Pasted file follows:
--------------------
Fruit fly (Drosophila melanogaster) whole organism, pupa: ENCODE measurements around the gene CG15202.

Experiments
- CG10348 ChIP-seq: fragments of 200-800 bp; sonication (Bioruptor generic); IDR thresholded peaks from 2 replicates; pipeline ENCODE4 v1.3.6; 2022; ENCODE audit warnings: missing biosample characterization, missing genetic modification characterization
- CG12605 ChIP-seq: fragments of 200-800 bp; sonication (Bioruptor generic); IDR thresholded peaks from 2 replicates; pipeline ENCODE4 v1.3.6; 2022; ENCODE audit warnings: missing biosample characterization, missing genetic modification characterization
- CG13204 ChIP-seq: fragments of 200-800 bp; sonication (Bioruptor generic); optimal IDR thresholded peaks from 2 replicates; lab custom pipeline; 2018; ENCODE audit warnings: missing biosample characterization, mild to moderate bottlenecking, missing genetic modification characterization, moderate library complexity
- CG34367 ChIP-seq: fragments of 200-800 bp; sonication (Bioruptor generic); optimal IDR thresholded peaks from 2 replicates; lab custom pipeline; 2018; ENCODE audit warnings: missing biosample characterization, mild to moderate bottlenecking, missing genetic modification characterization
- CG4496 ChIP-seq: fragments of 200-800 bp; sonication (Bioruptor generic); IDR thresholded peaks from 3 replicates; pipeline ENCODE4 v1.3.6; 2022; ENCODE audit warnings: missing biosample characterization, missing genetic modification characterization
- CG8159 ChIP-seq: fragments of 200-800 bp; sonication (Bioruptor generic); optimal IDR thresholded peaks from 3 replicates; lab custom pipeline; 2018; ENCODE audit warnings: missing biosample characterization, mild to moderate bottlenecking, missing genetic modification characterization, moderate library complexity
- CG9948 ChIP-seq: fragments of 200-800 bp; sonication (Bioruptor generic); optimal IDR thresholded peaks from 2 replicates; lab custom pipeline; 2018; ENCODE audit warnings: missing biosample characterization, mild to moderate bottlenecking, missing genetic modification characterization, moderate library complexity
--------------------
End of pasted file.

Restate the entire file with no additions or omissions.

Fruit fly (Drosophila melanogaster) whole organism, pupa: ENCODE measurements around the gene CG15202.

Experiments
- CG10348 ChIP-seq: fragments of 200-800 bp; sonication (Bioruptor generic); IDR thresholded peaks from 2 replicates; pipeline ENCODE4 v1.3.6; 2022; ENCODE audit warnings: missing biosample characterization, missing genetic modification characterization
- CG12605 ChIP-seq: fragments of 200-800 bp; sonication (Bioruptor generic); IDR thresholded peaks from 2 replicates; pipeline ENCODE4 v1.3.6; 2022; ENCODE audit warnings: missing biosample characterization, missing genetic modification characterization
- CG13204 ChIP-seq: fragments of 200-800 bp; sonication (Bioruptor generic); optimal IDR thresholded peaks from 2 replicates; lab custom pipeline; 2018; ENCODE audit warnings: missing biosample characterization, mild to moderate bottlenecking, missing genetic modification characterization, moderate library complexity
- CG34367 ChIP-seq: fragments of 200-800 bp; sonication (Bioruptor generic); optimal IDR thresholded peaks from 2 replicates; lab custom pipeline; 2018; ENCODE audit warnings: missing biosample characterization, mild to moderate bottlenecking, missing genetic modification characterization
- CG4496 ChIP-seq: fragments of 200-800 bp; sonication (Bioruptor generic); IDR thresholded peaks from 3 replicates; pipeline ENCODE4 v1.3.6; 2022; ENCODE audit warnings: missing biosample characterization, missing genetic modification characterization
- CG8159 ChIP-seq: fragments of 200-800 bp; sonication (Bioruptor generic); optimal IDR thresholded peaks from 3 replicates; lab custom pipeline; 2018; ENCODE audit warnings: missing biosample characterization, mild to moderate bottlenecking, missing genetic modification characterization, moderate library complexity
- CG9948 ChIP-seq: fragments of 200-800 bp; sonication (Bioruptor generic); optimal IDR thresholded peaks from 2 replicates; lab custom pipeline; 2018; ENCODE audit warnings: missing biosample characterization, mild to moderate bottlenecking, missing genetic modification characterization, moderate library complexity